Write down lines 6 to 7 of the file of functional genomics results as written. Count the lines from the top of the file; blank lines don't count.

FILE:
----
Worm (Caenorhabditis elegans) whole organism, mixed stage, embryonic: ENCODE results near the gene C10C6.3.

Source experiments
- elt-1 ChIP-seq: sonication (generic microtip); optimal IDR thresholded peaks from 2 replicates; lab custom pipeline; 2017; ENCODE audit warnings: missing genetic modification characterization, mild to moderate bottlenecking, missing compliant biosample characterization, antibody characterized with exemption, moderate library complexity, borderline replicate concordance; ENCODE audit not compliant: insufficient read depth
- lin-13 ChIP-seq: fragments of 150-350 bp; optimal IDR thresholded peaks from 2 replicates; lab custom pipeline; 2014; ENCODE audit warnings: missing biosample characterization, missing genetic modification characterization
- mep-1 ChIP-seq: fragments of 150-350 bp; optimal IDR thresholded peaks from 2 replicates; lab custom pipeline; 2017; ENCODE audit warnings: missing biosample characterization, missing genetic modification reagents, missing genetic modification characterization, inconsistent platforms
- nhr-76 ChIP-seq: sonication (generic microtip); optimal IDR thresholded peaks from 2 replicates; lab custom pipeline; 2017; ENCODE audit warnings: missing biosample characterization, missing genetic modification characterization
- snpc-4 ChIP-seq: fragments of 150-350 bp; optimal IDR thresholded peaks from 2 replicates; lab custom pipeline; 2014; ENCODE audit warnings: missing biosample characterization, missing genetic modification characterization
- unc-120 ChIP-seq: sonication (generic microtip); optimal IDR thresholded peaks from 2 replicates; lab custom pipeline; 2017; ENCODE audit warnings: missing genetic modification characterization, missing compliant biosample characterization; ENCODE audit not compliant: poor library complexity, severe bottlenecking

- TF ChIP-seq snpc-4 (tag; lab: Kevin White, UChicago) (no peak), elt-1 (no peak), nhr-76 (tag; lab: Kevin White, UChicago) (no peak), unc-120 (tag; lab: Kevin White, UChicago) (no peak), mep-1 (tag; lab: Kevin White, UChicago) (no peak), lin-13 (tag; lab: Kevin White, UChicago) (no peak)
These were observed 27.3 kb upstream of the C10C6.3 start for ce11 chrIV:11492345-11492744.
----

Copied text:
- nhr-76 ChIP-seq: sonication (generic microtip); optimal IDR thresholded peaks from 2 replicates; lab custom pipeline; 2017; ENCODE audit warnings: missing biosample characterization, missing genetic modification characterization
- snpc-4 ChIP-seq: fragments of 150-350 bp; optimal IDR thresholded peaks from 2 replicates; lab custom pipeline; 2014; ENCODE audit warnings: missing biosample characterization, missing genetic modification characterization